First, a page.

Leading HR advisor says employers are anticipating a flood of employment law cases resulting from ‘willy-nilly’ rejection of remote working requests by employers.
Martina McAuley, Director at HR Team, said employers who are not adequately prepared to deal with remote working requests – even post Covid-19 – run the risk of serious financial penalties.
Unfair Dismissal Following The Refusal Of A Remote Working Request
Ms McAuley made the comments after the Workplace Relations Commission ordered an employer to compensate a worker for unfair dismissal following the refusal of a request for remote working.
Ms McAuley said: “Case law now exists which shows that a willy-nilly or blanket approach to dealing with remote working requests in Ireland exposes employers to high risk.
“And with legislation due later this year to make remote working a permanent option for Irish employees, employers are best advised to be properly prepared to address such requests.
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National Remote Work Strategy
“On publishing Ireland’s first National Remote Work Strategy recently, the Tánaiste Leo Varadkar said where employees have the right to request remote working, the onus is on the employer to either say yes or explain why not, giving valid reasons. That means employers need to get their policy on remote working in order right now to ensure they are protected as employees seek more permanent remote working arrangements going forward.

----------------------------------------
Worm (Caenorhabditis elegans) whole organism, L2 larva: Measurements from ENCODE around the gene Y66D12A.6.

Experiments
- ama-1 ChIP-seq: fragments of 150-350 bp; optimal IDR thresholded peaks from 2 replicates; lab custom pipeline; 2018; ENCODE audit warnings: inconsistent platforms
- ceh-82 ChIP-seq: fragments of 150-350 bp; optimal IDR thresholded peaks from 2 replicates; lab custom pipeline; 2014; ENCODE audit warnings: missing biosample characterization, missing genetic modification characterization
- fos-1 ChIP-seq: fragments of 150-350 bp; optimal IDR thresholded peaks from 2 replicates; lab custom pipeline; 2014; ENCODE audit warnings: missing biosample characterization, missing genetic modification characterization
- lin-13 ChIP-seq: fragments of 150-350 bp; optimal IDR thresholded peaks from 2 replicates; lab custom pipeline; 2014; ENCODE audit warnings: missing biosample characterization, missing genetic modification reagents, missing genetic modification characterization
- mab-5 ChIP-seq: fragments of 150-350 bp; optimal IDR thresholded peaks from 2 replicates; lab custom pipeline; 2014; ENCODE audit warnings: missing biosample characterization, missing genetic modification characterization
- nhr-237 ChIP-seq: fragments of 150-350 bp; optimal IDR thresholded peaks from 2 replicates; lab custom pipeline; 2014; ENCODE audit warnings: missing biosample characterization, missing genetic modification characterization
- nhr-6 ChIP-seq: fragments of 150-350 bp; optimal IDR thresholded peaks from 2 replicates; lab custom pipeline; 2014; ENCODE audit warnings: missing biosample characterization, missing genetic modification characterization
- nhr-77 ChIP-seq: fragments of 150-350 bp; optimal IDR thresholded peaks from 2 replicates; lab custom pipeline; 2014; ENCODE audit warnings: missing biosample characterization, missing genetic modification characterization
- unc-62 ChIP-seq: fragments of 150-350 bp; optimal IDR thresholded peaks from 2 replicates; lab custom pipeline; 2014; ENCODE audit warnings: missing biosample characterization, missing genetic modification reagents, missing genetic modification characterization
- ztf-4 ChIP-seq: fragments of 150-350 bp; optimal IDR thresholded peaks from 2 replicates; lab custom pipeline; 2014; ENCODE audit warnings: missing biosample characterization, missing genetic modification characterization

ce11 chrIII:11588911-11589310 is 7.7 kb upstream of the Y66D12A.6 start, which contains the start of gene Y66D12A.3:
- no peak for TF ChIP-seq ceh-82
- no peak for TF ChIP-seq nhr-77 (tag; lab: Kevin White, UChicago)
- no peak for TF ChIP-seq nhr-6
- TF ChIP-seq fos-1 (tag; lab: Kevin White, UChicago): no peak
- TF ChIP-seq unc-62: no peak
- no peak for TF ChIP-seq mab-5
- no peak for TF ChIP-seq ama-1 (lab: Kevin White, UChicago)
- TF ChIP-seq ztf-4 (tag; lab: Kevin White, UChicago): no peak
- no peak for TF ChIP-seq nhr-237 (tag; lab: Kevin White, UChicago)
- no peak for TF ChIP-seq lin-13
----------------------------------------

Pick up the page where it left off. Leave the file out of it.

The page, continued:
How To Compliantly Accommodate Remote Work Requests
“As a first step, it’s important that each role is assessed on its merits for home or remote working – a haphazard ‘one rule fits all’ approach will not work. The WRC ruling in this case is early evidence of this and there will be many more similar cases coming down the line,” she said.
Ms McAuley outlined steps that employers can take to avoid risk when handling remote working requests.
She said: “We are advising employers to act urgently to ensure they can react appropriately and compliantly to remote working requests. Steps to take in dealing with remote working requests from employees include:
- Ensure your organisation has a robust remote working policy in place.
- Communicate the policy clearly to all employees to ensure it is fully understood.
- Assess each job role on its merits for home or remote working – avoid a blanket approach to employee requests from across the organisation.
- Consider alternatives if a job role cannot be carried out in a fully remote capacity, such as whether the job role can be partially performed remotely.
- Ensure there is valid business rationale on why particular job roles cannot be performed from home or remotely. This should be clearly explained to the employee(s) with valid reasons given for the position taken by the employer.
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